The Downside of a Bull Market
Updated: Sep 15, 2021
Benjamin Franklin once said that 2 things in this world are certain, death and taxes.
If you look at the S&P 500, the returns over the last 10 years have been outstanding. As of 6/30/2021, the 1, 3, 5 and 10 are 40.79%, 18.67%, 17.65%, and 14.01%, respectively. Great returns if you were an investor but at some point you may have to sell. Why? There are many reasons such as locking in gains, offset losses, or use of the proceeds for the purchase of a home. Whatever it may be, the tax man will cometh.
Currently, The short-term capital gains tax rate equals your ordinary income tax rate — your tax bracket and the long-term capital gains tax rate is 0%, 15% or 20% depending on your taxable income and filing status. Long term capital gains are generally lower than short-term capital gains tax rates. There is much debate as to where those tax rates may be in future, but that has yet to be decided.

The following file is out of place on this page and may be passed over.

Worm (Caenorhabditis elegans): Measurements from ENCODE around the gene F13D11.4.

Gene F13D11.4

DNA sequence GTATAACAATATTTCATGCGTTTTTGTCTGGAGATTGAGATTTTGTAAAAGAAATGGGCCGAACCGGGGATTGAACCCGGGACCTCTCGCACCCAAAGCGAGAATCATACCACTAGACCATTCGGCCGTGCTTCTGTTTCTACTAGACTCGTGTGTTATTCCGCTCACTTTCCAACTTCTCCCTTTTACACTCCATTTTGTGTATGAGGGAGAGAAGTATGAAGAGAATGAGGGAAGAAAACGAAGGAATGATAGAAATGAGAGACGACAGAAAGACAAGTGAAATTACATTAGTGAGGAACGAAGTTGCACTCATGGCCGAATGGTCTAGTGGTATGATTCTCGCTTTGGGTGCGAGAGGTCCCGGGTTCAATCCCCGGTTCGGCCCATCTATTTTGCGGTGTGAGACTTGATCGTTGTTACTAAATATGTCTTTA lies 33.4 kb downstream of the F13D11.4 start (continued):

So what options do you have?
There are several, but one of the most overlooked options are Opportunity Zones that were created under the Tax Cuts and Jobs Act of 2017. Opportunity Zones offer tax benefits to business or individual investors who can elect to temporarily defer tax on capital gains if they timely invest those gains in a Qualified Opportunity Fund (QOF). Investors can defer tax on the invested gain amounts as long as they are held until Dec. 31, 2026. When the tax bill on your initial gain comes due, you are able to reduce the amount of gain recognized by 10%.
If the investor holds the investment in the QOF for at least 10 years, the investor is eligible to elect to adjust the basis of the QOF investment to its fair market value on the date that the QOF investment is sold or exchanged. Effectively, once you achieve a 10-year holding period, depreciation recapture on an Opportunity Zone asset is eliminated and investors pay no taxes on the capital gains.